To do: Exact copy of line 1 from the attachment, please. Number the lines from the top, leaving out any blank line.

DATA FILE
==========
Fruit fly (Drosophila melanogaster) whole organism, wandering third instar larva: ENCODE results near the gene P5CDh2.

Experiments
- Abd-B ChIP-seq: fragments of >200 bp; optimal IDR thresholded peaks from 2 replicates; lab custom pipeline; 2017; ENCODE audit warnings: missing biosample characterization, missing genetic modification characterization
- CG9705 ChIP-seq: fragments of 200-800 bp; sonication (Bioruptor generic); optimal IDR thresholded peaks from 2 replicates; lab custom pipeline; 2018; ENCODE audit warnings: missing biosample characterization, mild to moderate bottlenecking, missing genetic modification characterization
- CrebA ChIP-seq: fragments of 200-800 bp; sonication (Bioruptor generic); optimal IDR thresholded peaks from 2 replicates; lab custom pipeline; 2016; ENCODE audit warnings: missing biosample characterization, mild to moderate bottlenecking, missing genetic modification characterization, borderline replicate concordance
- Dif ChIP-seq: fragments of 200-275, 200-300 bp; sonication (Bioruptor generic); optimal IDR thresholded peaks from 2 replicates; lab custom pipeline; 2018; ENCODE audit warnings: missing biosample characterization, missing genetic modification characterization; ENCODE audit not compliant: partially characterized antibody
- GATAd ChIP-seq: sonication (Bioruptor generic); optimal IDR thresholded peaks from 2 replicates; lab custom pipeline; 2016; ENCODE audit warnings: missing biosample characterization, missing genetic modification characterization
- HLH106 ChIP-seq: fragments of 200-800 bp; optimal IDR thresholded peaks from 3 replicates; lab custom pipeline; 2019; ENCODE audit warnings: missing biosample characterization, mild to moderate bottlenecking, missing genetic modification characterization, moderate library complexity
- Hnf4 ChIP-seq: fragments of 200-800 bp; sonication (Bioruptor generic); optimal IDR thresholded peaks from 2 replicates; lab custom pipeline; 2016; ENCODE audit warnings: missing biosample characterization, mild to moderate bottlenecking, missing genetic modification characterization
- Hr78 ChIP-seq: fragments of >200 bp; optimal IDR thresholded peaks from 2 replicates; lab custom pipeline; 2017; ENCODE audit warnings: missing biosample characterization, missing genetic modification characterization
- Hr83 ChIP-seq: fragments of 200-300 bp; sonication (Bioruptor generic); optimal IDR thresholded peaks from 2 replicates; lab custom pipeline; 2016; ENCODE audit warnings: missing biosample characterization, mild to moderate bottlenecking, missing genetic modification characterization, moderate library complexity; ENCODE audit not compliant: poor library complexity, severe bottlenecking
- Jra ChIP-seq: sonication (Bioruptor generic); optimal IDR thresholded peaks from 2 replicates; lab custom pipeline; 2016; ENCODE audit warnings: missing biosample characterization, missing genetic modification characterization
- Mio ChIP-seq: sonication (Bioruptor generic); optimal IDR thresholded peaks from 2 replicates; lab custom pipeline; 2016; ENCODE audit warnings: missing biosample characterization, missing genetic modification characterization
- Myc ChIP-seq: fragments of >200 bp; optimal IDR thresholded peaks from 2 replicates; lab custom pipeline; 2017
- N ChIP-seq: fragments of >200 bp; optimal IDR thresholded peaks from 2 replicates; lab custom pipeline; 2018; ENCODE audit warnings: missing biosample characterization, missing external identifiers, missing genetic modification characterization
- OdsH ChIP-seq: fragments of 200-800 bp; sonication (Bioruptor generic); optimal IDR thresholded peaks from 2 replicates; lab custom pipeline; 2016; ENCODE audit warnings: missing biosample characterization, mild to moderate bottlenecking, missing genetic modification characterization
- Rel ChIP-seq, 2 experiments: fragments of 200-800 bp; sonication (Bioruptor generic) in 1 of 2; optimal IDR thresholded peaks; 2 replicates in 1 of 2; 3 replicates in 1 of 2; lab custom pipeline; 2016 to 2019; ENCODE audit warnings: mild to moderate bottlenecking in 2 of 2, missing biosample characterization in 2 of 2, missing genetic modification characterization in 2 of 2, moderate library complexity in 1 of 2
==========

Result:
Fruit fly (Drosophila melanogaster) whole organism, wandering third instar larva: ENCODE results near the gene P5CDh2.